Maria Neira: If we improve our health care, we can beat climate change

Monday 08 December 2008 01:00

The human cost of climate change may be measured in the toll imposed by droughts, floods and heat-waves. The World Health Organization (WHO) and climate change experts have warned of the adverse effects global warming has on air quality, food production, water availability and the distribution of infectious diseases. Yet policy-makers, and even the health community, have given insufficient attention and resources to using health-related arguments to enhance public understanding of the need for stronger climate-change control measures.

This is not sufficiently forward thinking. We know that current climate-related threats to human health can be avoided or controlled by relatively routine and inexpensive public health measures. Furthermore, awareness of the significant health benefits and consequent cost savings of well-conceived climate control policies can be an effective driving force for global action.

World leaders, gathering at the 14th Conference of the Parties to the Climate Convention (COP14) in Poznan, have a unique opportunity to radically improve this situation. They are in a position to agree mechanisms that will strengthen national health systems and use health impact as a key factor in prioritising action and investment.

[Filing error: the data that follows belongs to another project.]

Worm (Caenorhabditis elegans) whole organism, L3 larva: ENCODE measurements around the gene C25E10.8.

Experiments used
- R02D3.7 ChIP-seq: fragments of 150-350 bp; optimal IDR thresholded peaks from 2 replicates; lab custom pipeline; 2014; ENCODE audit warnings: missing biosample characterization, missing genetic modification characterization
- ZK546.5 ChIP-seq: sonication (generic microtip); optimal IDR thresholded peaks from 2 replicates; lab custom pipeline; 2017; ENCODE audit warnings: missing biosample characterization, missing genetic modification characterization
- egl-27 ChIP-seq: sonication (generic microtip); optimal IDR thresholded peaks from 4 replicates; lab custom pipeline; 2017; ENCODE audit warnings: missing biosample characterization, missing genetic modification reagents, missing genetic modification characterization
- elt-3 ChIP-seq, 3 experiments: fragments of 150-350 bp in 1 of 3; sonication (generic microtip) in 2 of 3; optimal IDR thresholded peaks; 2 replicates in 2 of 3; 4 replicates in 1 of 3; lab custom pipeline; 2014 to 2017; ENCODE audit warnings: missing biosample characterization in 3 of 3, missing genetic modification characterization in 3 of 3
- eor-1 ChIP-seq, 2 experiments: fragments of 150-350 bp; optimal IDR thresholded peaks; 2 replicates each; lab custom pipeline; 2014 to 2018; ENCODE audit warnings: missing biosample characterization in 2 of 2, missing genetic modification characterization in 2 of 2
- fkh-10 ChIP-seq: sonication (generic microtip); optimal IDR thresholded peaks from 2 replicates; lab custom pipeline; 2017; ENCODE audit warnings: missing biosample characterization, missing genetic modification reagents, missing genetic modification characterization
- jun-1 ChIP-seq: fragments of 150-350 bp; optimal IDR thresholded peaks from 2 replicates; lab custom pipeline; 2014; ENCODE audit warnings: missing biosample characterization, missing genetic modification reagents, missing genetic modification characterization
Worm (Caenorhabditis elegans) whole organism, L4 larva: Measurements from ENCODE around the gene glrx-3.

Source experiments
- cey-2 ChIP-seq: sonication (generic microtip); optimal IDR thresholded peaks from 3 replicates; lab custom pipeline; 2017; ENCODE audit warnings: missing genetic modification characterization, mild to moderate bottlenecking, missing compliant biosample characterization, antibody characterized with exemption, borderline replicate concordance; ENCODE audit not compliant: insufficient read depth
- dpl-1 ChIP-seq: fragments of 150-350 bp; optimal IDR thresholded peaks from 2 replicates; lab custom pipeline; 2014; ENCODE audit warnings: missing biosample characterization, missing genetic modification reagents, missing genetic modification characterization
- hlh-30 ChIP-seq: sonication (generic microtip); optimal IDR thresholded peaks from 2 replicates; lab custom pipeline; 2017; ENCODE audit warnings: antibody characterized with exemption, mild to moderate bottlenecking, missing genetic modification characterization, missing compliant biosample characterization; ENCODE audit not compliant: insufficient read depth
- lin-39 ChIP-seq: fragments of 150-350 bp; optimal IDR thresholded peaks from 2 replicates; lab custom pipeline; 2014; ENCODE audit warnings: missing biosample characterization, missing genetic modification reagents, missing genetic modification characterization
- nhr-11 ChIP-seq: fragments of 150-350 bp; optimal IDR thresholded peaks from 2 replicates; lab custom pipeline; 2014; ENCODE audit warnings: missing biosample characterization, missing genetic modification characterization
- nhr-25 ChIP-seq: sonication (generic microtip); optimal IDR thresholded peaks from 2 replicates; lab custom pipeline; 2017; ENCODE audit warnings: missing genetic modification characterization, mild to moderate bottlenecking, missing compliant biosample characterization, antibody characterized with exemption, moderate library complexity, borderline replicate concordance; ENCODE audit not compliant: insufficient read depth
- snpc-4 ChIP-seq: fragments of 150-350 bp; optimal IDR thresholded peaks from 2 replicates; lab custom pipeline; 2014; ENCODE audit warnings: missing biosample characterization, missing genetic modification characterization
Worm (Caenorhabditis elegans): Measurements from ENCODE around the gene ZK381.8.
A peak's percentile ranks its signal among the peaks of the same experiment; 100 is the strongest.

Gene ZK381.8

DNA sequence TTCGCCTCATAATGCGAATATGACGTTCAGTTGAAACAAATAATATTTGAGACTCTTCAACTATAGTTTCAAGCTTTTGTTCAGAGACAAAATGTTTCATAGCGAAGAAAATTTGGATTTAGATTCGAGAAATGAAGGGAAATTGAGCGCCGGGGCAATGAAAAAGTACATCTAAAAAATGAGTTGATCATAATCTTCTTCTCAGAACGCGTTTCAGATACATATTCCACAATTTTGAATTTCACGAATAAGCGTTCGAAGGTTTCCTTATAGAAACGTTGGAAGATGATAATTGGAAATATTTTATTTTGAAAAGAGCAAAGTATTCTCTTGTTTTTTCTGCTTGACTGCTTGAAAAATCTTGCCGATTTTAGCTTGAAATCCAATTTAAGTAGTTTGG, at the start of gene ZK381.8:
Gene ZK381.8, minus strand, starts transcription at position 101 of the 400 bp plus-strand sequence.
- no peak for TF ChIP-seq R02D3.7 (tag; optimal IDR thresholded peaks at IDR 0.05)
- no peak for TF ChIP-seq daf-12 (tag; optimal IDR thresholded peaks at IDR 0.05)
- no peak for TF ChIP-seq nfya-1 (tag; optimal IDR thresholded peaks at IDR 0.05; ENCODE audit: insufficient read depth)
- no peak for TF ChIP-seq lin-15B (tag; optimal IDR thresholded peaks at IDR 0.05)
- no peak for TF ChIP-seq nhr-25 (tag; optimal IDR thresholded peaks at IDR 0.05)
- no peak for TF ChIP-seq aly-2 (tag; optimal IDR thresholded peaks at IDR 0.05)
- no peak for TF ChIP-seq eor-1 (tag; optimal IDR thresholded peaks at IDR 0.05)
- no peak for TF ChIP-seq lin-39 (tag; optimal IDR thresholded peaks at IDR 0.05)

Health systems have been protecting people from the hazards of weather and climate for years. Early warning systems, public education for behavioural change, disease control, disaster preparedness, mosquito control, food hygiene and inspection, nutritional supplementation, vaccines, primary and mental health care, and training have been shown to reduce vulnerability to the effects of global warming.

Policies in all sectors that aim to reduce greenhouse gases can have very beneficial or detrimental effects on some of the major health challenges the world faces.

Robust decisions in Poznan to support development of national health systems' capacity to contend with climate change is essential. It could ensure that in the post-Kyoto agreement we will all share in the health and economic benefits that can accrue from countering climate change.

Dr Maria Neira is Director, Department of Public Health and Environment World Health Organisation

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